Volume 34 Number 5
[Don't Get Me Started]
Calc or Stats?
By David S. Platt | May 2019
My daughter Annabelle is now in the spring of her senior year of high school. Most seniors slack off, but that’s not her way. She’s taking both AP Calculus and AP Statistics courses, and is now trying to finish them off.
She absolutely loved calculus, saying, “Derivatives are the meaning of life.” But statistics bore the living crap out of her. (I can’t repeat her exact language in this column, and I can’t imagine where she learned those words.) And yet, I can’t help wondering.
I’ve trained as an engineer, worked my entire career in technical fields, taken calculus through multivariable. But never, not once, have I fired it in anger against a target that I needed to kill in order to eat. The concepts of differentiating and integrating, yes; the actual operations, never. When was the last time you took the cross product of a vector field, or even a common garden variety derivative? On the other hand, I see percentages and probabilities many times per day, and have never studied them in detail. I’m probably misusing them and making mistakes. As are you.
The results of this misprioritization aren’t benign. Here’s an example from Zak Kohane, whom you may remember from my earlier articles (December 2017, msdn.com/magazine/mt814422). He and his colleagues published a research letter in “JAMA Internal Medicine,” entitled “Medicine’s Uncomfortable Relationship with Math: Calculating Positive Predictive Value” (bit.ly/2eiI1A6). They asked 61 doctors the following question: “If a test to detect a disease whose prevalence is 1/1,000 has a false positive rate of 5 percent, what is the chance that a person found to have a positive result actually has the disease, assuming you know nothing about the person’s symptoms or signs?”
Figure it out yourself. I’ll bet you get it wrong. So did three-quarters of the doctors they asked. Would you say 95 percent? 90 percent? I’ll stop writing to give you time to work it out.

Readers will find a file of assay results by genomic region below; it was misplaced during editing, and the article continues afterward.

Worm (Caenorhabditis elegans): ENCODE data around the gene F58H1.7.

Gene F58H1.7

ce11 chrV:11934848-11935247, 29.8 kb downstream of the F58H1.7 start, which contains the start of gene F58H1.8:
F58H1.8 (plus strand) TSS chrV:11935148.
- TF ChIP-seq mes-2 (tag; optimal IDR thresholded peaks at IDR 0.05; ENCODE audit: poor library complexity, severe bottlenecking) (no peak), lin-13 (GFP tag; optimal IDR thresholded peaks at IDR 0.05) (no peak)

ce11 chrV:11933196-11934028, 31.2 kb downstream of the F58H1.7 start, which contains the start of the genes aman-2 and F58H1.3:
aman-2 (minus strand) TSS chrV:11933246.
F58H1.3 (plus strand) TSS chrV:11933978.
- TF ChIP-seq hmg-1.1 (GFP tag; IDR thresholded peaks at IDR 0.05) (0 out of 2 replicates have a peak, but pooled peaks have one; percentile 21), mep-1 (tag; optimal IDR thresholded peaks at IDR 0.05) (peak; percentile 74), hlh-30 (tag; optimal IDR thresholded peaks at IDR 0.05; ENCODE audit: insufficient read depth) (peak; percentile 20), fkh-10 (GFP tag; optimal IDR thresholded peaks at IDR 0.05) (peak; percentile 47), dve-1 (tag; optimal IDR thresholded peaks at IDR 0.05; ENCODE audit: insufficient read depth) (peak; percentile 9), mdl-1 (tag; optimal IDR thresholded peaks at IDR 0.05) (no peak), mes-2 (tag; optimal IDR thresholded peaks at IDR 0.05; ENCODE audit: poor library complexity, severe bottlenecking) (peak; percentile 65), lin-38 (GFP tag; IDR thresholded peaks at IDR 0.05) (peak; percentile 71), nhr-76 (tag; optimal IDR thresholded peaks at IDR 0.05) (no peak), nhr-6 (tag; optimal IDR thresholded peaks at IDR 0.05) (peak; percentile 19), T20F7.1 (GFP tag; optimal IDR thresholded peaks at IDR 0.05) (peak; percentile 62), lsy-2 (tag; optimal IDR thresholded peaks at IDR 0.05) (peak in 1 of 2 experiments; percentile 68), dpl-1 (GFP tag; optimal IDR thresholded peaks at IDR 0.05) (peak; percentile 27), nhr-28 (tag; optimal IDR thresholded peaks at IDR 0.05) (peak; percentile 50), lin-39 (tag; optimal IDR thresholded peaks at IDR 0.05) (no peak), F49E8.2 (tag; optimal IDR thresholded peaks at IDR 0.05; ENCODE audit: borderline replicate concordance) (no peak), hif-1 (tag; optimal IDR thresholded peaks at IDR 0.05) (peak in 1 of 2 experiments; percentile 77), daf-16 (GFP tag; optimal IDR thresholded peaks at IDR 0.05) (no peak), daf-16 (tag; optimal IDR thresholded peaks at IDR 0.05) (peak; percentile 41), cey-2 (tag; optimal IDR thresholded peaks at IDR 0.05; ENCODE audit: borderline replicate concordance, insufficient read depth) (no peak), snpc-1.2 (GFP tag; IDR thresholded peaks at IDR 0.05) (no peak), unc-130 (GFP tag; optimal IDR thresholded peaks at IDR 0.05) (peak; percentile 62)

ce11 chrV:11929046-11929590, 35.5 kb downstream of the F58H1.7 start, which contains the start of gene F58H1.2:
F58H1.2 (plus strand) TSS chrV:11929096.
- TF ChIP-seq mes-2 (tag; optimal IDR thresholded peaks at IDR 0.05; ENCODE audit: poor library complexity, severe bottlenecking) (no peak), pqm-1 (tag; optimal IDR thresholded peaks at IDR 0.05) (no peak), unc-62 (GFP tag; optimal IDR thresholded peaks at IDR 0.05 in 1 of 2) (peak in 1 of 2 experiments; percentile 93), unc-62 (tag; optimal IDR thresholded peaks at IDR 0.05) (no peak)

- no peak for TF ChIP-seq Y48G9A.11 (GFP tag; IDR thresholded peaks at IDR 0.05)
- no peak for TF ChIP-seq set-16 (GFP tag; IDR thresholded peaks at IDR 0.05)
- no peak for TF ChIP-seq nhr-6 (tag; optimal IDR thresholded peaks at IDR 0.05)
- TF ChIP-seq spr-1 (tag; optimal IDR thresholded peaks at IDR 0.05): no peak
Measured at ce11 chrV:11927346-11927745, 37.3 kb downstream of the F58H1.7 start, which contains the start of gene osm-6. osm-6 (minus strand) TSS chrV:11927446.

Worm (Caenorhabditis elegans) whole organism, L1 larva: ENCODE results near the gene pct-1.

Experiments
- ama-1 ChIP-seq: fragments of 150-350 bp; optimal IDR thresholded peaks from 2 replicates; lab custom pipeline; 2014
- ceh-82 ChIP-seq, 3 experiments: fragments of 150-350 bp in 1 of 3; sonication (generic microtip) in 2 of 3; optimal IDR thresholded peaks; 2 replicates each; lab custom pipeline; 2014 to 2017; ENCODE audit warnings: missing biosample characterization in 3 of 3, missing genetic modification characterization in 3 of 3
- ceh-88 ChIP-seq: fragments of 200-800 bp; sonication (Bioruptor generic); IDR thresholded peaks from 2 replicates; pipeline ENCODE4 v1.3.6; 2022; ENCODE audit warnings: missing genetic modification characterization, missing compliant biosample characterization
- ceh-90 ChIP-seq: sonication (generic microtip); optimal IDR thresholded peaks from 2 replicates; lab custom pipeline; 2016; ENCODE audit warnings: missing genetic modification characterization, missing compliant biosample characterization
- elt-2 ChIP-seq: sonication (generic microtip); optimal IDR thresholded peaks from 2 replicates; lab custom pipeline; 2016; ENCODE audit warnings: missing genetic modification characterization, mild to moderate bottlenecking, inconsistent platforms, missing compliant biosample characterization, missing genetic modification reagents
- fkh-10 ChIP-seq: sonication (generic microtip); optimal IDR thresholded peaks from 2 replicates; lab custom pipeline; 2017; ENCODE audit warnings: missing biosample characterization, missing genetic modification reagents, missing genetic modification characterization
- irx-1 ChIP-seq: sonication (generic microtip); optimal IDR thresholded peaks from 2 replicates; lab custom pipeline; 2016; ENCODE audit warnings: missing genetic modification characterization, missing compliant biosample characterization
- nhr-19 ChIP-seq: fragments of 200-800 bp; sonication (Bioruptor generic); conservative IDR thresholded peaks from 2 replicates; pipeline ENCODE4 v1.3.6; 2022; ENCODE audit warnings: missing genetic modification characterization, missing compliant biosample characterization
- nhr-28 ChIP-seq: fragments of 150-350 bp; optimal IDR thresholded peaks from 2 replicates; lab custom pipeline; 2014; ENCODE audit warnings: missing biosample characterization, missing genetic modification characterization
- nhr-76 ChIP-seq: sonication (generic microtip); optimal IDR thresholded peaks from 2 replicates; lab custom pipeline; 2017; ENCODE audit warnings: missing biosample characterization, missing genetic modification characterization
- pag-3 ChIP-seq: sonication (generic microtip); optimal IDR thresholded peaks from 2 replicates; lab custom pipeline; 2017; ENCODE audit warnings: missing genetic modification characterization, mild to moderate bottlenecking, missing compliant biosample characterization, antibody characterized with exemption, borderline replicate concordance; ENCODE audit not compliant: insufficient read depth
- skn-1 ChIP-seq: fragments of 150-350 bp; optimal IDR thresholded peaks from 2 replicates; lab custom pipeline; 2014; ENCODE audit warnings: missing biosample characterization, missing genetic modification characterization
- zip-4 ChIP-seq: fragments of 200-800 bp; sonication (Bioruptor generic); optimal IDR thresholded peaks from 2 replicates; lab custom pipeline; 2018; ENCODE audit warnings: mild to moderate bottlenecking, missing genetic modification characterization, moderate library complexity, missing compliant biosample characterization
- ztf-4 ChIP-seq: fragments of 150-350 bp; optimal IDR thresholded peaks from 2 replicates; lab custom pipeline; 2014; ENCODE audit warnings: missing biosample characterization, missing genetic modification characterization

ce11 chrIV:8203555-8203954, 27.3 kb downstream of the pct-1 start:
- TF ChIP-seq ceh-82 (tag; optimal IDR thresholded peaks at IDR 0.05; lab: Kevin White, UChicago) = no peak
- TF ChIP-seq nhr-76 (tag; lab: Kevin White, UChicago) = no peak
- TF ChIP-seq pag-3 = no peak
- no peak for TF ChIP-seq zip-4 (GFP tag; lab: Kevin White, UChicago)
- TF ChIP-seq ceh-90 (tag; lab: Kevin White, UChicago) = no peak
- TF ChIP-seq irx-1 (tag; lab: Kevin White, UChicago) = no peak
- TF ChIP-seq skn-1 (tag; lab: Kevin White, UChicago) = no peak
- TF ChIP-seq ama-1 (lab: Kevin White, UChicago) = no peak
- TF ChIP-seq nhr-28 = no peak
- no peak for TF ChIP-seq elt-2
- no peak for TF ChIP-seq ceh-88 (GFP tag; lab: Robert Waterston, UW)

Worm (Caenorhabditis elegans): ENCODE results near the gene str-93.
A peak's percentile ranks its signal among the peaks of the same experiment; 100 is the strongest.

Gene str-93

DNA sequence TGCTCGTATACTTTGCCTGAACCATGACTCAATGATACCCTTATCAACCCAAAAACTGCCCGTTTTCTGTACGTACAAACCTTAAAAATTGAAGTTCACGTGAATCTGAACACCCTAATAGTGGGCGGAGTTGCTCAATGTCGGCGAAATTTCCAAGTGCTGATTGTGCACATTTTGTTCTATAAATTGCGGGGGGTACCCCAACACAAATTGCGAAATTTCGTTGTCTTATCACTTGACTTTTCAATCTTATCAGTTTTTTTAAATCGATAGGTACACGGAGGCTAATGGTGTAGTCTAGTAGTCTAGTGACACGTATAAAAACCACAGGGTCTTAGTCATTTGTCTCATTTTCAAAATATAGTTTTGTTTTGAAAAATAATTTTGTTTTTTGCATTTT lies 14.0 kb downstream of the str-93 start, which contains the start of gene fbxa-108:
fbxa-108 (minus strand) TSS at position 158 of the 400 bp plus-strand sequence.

The correct answer is 2 percent. Remember, the disease is rare, 1 in 1,000 people. A false positive test is much more common, 5 percent, or 50 out of 1,000 tests. The odds are 50-to-1 that this positive value indicates a testing error. Not that this comforts the patient, or the doctor.
Zak and his co-authors wrote: “With wider availability of medical technology and diagnostic testing, sound clinical management will increasingly depend on statistical skills …. Specifically, we favor revising premedical education standards to incorporate training in statistics in favor of calculus, which is seldom used in clinical practice.”
Why don’t technical people study statistics? Partly because it’s not on the advanced math track in high school, so students who take it suffer the perception of being misfits who couldn’t hack the calculus track. But watching Annabelle’s virtual high school video, I’m convinced that the main reason is that current presentations of it are painfully boring. I tried one of their lessons, and couldn’t stay awake.
Why are things this way? I’ve written for years in this space of the enormous educational opportunities, once basic classes are taught online (see msdn.com/magazine/hh708761 and onward). Why isn’t the best statistics teacher in the universe making this video? Or even one in the top half?
I could do far better myself. If there’s one thing I’ve learned in the teaching and presentation business, it’s this: Know your audience, because they’re not you. What do high schoolers think about? From mentoring the robotics class, I know: sex, money and misbehavior. I could design the most killer stats class ever for high school and early college. I’d tap their natural proclivities by using Charles Wheelan’s “Naked Statistics” (Norton, 2014) as the textbook. His chapter on live beer tasting commercials during the Super Bowl would fit right in. I’d work in supplemental readings from Darrell Huff’s 1954 classic, “How to Lie with Statistics.”
Instead of showing one dry equation, then another, and then another, I’d start with a real-life situation, explain what we want to know about it and why, then develop the math from there. For example, “Here’s how the lottery and casinos are taking you for suckers. And here’s how you turn the tables on them.”
I say to Zak, you’re a doctor, and you want other doctors to take their medicine. How about a spoonful of sugar to help it go down? Who’s got the money, and the nerve, to pay me to do this?
David S. Platt teaches programming .NET at Harvard University Extension School and at companies all over the world. He’s the author of 11 programming books, including “Why Software Sucks” (Addison-Wesley Professional, 2006) and “Introducing Microsoft .NET” (Microsoft Press, 2002). Microsoft named him a Software Legend in 2002. He wonders whether he should have taped down two of his daughter’s fingers so she would learn how to count in octal. You can contact him at rollthunder.com.